Assistive Technology: Principles and Application for Communication Disorders and Special Education

Ann Aspinall (Telehealth Project Manager, NHS Gloucestershire, UK.)

Journal of Assistive Technologies

ISSN: 1754-9450

Article publication date: 30 November 2012



Aspinall, A. (2012), "Assistive Technology: Principles and Application for Communication Disorders and Special Education", Journal of Assistive Technologies, Vol. 6 No. 4, pp. 302-303.



Emerald Group Publishing Limited

Copyright © 2012, Emerald Group Publishing Limited

This book forms part of a series and focuses on a single theme – Augmentative and Alternative Communication (AAC). All of the books will relate to the broader communication model. This book provides a single source of information about the use of assistive technology (AT) in the process of communication. It provides extensive background to information on AAC and AT and focuses on interventions for individuals with a variety of communication disorders including learning disabilities and sensory impairments. It covers both high and low tech technologies, plenty of illustrations and recommendations from practical users. The contents are useful for users of AAC, their families and professionals both experienced and new to AAC and AT. It presents evidence‐based approaches, theoretical models and practical applications.

There are plenty of definitions of various “technologies”, this book not only gives a range of definitions of all types of technology but also gives a variety of uses of the various types of ATs, explaining the relationship of AAC to AT and summaries the application of technology to the general field of disabilities discussing the primary characteristics of the terms “high” and “low” technologies. Later chapters discuss low and high technologies in more detail and give many examples which can be used to trigger the imagination of the reader.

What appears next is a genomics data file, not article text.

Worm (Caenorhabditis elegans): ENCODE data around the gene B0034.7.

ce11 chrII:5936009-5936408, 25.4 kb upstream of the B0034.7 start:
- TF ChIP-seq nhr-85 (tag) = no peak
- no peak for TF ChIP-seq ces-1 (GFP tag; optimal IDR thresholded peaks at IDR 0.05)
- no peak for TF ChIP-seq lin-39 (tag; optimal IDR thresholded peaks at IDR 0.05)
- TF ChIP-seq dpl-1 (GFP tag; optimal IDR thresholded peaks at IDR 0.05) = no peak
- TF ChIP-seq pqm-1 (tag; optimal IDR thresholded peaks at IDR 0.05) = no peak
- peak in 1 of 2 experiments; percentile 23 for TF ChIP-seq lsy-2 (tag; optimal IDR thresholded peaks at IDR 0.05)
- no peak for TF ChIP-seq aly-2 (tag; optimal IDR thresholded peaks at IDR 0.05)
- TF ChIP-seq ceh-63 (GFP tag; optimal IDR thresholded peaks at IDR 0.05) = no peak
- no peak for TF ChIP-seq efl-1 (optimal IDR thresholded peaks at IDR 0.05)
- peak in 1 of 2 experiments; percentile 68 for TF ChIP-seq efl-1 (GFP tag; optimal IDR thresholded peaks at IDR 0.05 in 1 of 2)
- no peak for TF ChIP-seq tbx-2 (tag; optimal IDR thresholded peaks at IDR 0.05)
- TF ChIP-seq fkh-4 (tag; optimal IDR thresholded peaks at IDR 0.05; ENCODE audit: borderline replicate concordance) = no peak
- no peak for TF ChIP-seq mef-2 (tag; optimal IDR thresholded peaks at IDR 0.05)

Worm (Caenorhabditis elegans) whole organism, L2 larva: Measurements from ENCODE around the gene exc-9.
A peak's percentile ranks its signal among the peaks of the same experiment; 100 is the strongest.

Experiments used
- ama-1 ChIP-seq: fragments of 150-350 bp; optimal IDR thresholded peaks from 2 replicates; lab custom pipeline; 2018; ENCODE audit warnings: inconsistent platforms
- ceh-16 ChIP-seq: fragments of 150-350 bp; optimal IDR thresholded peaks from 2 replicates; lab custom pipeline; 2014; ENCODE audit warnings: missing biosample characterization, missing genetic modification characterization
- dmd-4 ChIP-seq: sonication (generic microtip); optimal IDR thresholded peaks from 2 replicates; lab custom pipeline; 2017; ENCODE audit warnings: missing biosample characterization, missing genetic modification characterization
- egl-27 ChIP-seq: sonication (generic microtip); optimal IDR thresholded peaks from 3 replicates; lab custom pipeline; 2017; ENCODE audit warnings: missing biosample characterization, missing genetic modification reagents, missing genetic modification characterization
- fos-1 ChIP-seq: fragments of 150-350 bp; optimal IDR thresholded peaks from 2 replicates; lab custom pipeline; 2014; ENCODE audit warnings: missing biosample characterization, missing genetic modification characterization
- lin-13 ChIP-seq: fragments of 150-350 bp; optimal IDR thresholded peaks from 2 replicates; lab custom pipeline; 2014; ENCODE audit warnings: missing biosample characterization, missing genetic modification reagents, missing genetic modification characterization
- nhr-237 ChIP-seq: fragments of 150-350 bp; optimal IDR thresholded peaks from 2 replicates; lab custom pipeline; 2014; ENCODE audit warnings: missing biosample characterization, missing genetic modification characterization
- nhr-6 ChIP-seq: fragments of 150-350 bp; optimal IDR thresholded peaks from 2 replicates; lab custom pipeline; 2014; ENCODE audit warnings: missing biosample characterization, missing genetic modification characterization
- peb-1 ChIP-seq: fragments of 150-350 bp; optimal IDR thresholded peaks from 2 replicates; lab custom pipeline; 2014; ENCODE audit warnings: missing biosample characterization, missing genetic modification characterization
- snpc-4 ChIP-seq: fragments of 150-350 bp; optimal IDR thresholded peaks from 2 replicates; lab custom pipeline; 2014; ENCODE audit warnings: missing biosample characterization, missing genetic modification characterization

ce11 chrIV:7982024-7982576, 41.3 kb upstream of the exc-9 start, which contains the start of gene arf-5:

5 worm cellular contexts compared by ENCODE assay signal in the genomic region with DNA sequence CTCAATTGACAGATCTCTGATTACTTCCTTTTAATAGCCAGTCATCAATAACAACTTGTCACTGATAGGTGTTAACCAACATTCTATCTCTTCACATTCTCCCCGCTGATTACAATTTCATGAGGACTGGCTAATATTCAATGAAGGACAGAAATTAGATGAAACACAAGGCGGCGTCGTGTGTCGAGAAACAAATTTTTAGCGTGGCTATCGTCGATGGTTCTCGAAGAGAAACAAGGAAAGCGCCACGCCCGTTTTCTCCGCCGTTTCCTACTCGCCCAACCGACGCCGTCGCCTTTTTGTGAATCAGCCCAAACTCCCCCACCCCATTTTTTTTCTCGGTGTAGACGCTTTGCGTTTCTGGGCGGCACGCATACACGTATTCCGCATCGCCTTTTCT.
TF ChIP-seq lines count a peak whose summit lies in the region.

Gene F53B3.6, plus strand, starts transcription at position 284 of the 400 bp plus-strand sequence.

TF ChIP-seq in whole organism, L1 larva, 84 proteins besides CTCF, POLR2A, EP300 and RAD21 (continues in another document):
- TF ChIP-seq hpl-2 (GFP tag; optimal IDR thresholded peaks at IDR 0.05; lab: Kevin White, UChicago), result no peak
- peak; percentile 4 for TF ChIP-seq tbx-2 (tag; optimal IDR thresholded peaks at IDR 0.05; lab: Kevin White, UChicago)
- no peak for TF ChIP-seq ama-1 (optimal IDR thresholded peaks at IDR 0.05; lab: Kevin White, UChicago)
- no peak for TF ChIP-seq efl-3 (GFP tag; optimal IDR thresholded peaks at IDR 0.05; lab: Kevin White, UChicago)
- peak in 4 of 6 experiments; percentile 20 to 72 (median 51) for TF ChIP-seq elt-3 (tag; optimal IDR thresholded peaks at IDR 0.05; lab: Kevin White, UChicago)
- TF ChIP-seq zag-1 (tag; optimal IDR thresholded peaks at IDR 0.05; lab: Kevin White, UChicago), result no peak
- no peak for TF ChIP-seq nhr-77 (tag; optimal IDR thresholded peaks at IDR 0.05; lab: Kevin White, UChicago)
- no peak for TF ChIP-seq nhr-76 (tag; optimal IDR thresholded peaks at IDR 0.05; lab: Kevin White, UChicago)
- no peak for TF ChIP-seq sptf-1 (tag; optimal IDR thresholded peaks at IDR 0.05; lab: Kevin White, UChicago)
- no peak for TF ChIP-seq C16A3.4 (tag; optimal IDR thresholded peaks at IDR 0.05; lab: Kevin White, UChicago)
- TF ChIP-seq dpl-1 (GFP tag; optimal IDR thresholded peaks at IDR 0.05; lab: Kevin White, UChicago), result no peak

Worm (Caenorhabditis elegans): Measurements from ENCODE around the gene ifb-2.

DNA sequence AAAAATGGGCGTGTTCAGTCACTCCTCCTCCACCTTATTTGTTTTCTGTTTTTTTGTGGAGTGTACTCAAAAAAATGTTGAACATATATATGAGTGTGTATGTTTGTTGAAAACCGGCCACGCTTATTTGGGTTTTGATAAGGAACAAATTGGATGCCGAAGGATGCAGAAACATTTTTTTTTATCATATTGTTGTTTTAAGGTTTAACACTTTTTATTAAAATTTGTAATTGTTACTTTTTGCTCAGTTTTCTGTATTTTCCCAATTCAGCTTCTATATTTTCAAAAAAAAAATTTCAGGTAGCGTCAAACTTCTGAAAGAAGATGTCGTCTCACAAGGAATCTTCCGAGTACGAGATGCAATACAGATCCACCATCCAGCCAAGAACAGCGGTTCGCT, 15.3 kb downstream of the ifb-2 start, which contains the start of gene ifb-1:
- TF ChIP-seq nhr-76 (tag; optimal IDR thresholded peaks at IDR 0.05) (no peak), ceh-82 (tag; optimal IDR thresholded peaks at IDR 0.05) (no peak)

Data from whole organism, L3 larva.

For those readers who have an interest in how AT has developed the author describes what he defines as the three stages:

  1. 1.

    The Foundation Period prior to 1900;

  2. 2.

    The Establishment Period 1900‐1972; and

  3. 3.

    The Empowerment Period which covers 1973 to today.

This book brings together principles of literacy assessment and intervention and the use of specific approaches and technologies as they relate to AAC users. The idea for the book was conceived by Raymond W. Quist and Lyle L. Lloyd who recognised the need for a source of information on AT to be more closely related to AAC and speech and language acquisition focusing less on computers and software and more on speech‐generated devices (SGDs).

To summarise, as described by the publishers, this book provides readers with a vast knowledge of practical applications, theoretical models, services and evidence‐based solutions in the areas of AT and AAC. It aims to equip practicing clinicians, educators and students with the necessary background to use AT and AAC with their clients. This book also sheds light on the many different roles and functions of AT and AAC for a large variety of clinical populations, and suggests solutions the reader can implement immediately. Although a particular focus is set on communication disorders, described applications and resources also apply to individuals with developmental disabilities and sensory impairments. In addition to outlining most recent low and high technology, this book makes a particularly strong effort to teach general principles and guidelines for successful AT and AAC interventions regardless of what particular technology is used.

The reviewer believes that this book would make a positive addition to the bookshelf of any professional dealing with AT and/or AAC, including speech‐language pathologists, special educators, occupational therapists, physical therapists, early intervention specialists, students in professional programmes, users of AT or AAC, their families, applied researchers and anyone who would like to learn more about the history of AAC/AT. It provides an excellent read for novices and seasoned professionals alike.

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